President Donald Trump, for all his bluster and outward aggression, is a weak man. He eventually backs down when circumstances are right. For example:
▪ He hasn’t fired Attorney General Jeff Sessions.
▪ He hasn’t fired special counsel Robert S. Mueller III.
▪ He signed the Russia sanctions bill.
▪ He fired Michael Flynn (and seems to have regretted it ever since).
▪ He reaffirmed our support for NATO.
▪ He signed a budget resolution without funding for the wall.
▪ He did not withdraw from NAFTA.
▪ He now has singled out for condemnation the KKK, neo-Nazis and white nationalists.
We do not know if a certain combination of advisers prevailed upon him to do what he had so strenuously rejected. What is clear is that his position with his base is weakening and his overall polling numbers are still sinking. He hit a new low in Gallup at 34 percent approval and new high in disapproval of 61 percent. He therefore may be amenable to even more pressure going forward. So what “works” with him?
First, he would rather bully aides into leaving (such as Sessions) than take the initiative to remove them himself. If the victim of his bullying ignores him and keeps plugging away, Trump very well may back down.
Second, when it’s hopeless to resist (for example, a veto on Russia would have been overridden) he’ll relent.
Third, when many Republicans are on the other side he usually does not have the wherewithal to persist in a ridiculous position. In the case of Charlottesville, even allies such as Sen. Tom Cotton, an Arkansas Republican, singled out and denounced the white supremacist groups. When they are divided or egging him on (trade restrictionism, a commission to investigate non-existent, massive voter fraud, leaving the Paris climate agreement), Trump is much more likely to pursue his wrongheaded, even ridiculous position.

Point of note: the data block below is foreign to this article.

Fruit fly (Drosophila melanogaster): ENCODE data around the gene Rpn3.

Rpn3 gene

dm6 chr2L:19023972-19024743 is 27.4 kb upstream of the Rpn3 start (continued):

Four, when he doesn’t have to explain, answer questions or concede he backed down he is more likely to go along with the party. He had no signing statement for the Russia sanctions; he took no questions on Charlottesville Monday. Remember, protecting his ego is his constant task, hearing that he “lost” is unbearable.
And this goes back to two critical points about Republicans and the Trump presidency. First, he got to the presidency and continues to govern in extreme, abnormal ways because the GOP as a whole will not challenge him. If House and Senate leadership, for example, can drain the Trump swamp by requiring full disclosure of his tax returns, ending nepotism and enforcing the emoluments clause, they can speak with one voice to demand alt-right heroes such as Stephen K. Bannon and Sebastian Gorka leave the White House. They can, once again, refuse to fund the wall — or the phony election fraud commission. Trump, we’ve learned time and time again, can be forced to back down when the deck is stacked against him.
Second, Trump has no real beliefs. Other than feeding his base, undermining his opponents, concealing his finances and racking up “wins,” he doesn’t much care what comes out of Congress. It’s therefore incumbent on constructive lawmakers, including the problem-solvers caucus in the House, to set forth bipartisan, reasonable proposals on tax reform (not huge tax cuts for the rich), infrastructure, legal immigration (not slashing it in half) and shoring up the individual health-care market. Trump lacks moral and political leadership. It’s time for responsible public figures to fill it.
As for Trump, GOP lawmakers, when appropriate, should denounce his lies, egregious pronouncements and wrongheaded polices. Otherwise, frankly, they should ignore him and instead follow an agenda that will draw bipartisan support. Most important, when Mueller comes out with his findings, they must if warranted impeach and remove the president. What we now know is if they are prepared to do so, Trump will quit first.